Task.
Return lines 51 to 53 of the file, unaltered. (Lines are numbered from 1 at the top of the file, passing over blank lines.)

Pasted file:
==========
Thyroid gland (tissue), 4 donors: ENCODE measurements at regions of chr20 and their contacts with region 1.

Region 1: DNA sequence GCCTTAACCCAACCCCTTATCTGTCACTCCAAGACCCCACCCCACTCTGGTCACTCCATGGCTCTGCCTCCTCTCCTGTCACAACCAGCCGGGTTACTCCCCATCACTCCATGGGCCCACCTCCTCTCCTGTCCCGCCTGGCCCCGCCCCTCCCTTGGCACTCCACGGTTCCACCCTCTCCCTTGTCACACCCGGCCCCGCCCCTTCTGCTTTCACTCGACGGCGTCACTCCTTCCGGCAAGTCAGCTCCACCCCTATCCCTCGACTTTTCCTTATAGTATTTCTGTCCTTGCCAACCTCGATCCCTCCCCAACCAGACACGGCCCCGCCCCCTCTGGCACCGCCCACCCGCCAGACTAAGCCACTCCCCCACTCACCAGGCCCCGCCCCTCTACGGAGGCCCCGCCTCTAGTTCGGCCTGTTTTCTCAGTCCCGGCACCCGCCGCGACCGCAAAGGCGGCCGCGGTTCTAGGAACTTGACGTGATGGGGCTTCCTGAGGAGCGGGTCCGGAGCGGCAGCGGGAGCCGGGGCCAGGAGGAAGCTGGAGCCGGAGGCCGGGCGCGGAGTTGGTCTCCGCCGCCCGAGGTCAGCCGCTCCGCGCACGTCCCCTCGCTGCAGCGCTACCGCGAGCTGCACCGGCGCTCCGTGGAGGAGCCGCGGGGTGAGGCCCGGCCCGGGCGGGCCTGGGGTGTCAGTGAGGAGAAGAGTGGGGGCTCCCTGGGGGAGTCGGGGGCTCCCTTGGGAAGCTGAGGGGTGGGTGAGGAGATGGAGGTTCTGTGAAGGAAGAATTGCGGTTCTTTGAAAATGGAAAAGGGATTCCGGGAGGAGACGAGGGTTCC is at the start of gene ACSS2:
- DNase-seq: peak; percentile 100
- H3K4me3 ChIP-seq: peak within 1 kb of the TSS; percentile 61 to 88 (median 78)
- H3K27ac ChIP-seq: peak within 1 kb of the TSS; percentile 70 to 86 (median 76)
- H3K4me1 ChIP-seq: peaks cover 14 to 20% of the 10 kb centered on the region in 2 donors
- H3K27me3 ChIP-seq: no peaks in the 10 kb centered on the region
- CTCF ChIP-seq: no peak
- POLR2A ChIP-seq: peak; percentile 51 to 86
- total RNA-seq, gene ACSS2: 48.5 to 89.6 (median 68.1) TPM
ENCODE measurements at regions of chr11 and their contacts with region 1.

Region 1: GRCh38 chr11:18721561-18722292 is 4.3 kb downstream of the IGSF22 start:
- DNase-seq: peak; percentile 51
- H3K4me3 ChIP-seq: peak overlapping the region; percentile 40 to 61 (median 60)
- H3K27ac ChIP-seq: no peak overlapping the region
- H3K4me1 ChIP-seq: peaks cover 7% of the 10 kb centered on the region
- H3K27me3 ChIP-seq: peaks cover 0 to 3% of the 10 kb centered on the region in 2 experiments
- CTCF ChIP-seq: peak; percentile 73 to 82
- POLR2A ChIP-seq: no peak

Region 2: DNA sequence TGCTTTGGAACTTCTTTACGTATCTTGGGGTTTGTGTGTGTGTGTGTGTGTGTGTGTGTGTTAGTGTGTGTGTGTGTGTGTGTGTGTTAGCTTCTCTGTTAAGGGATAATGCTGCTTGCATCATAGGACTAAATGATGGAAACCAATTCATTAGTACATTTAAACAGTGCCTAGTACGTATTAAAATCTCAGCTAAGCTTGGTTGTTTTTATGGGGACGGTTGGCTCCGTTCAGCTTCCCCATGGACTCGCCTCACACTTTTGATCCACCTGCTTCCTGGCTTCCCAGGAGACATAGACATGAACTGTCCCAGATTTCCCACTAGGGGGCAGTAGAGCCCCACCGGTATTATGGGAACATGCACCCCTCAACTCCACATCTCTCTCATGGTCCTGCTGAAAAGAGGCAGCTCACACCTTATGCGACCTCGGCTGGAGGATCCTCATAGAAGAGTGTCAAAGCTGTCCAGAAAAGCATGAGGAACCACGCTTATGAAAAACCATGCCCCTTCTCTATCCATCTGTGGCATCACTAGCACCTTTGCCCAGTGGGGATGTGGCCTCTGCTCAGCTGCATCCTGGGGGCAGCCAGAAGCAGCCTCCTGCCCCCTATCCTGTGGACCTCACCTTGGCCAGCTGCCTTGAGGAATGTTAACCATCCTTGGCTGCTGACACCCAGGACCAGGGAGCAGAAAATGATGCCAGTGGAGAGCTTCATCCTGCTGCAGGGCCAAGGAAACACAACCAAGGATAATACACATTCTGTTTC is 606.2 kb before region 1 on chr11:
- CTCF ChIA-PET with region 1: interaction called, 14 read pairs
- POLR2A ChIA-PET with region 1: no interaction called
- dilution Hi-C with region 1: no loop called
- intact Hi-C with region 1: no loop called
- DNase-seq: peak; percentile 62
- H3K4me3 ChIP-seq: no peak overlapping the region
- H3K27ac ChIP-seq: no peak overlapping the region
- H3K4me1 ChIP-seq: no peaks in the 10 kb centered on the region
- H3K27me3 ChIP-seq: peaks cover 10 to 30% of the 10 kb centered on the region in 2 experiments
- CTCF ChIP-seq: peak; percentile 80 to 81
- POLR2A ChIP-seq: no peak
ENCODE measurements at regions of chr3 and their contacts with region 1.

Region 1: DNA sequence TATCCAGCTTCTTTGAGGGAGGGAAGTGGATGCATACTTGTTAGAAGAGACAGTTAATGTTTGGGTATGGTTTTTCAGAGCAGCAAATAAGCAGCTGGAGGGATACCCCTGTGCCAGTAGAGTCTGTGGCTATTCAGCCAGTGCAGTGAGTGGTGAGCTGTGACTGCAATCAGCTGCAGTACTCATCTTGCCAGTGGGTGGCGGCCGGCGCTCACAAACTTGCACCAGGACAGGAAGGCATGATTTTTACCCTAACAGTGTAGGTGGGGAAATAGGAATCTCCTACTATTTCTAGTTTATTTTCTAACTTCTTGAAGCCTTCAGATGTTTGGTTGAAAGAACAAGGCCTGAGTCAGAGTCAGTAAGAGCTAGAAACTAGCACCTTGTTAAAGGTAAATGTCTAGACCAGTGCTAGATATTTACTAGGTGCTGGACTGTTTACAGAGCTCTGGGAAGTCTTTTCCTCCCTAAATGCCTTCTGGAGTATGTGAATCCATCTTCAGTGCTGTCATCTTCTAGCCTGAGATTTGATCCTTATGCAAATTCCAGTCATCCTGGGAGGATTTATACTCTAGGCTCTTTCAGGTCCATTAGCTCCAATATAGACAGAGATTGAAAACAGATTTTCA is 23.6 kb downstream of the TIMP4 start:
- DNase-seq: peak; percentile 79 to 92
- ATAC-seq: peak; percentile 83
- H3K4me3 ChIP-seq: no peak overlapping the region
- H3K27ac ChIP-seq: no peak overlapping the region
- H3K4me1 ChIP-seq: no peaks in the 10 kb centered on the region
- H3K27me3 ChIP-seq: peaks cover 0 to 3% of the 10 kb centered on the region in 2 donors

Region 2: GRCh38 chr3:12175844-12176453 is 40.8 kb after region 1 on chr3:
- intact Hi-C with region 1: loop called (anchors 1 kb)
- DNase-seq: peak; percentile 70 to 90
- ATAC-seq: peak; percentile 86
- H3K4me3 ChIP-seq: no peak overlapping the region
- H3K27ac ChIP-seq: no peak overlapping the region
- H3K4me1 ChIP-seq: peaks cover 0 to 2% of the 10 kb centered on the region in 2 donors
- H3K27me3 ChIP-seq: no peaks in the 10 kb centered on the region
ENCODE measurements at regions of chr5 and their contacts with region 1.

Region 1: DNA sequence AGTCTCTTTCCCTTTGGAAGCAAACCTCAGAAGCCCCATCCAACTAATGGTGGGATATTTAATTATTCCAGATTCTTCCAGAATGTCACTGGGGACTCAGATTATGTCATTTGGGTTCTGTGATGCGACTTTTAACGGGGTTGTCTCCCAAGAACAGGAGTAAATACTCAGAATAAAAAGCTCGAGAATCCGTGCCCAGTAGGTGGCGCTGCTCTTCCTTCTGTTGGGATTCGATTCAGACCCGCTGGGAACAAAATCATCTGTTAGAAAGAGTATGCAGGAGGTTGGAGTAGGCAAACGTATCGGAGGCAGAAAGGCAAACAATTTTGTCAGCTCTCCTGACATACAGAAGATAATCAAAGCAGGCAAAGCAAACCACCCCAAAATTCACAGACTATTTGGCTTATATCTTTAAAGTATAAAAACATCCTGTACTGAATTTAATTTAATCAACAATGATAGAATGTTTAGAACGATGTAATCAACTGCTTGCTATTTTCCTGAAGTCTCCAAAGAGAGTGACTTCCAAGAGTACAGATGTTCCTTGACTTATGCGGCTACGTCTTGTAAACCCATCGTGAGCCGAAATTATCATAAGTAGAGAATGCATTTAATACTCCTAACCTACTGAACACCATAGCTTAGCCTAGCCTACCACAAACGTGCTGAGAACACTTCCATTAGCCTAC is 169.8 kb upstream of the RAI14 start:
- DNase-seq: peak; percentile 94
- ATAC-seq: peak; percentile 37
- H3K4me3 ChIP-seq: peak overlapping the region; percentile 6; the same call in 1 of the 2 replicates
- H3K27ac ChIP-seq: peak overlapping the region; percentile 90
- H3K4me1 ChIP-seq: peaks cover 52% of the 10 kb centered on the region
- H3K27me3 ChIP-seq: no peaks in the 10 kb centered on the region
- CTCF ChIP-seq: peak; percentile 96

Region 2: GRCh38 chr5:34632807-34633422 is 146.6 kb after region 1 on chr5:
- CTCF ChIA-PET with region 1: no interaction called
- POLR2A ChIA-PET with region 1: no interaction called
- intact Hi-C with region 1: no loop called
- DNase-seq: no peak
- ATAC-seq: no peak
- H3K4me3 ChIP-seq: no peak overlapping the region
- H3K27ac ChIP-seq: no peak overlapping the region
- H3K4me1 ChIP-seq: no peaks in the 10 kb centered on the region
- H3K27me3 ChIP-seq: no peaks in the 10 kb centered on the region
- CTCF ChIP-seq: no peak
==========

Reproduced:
- ATAC-seq: peak; percentile 37
- H3K4me3 ChIP-seq: peak overlapping the region; percentile 6; the same call in 1 of the 2 replicates
- H3K27ac ChIP-seq: peak overlapping the region; percentile 90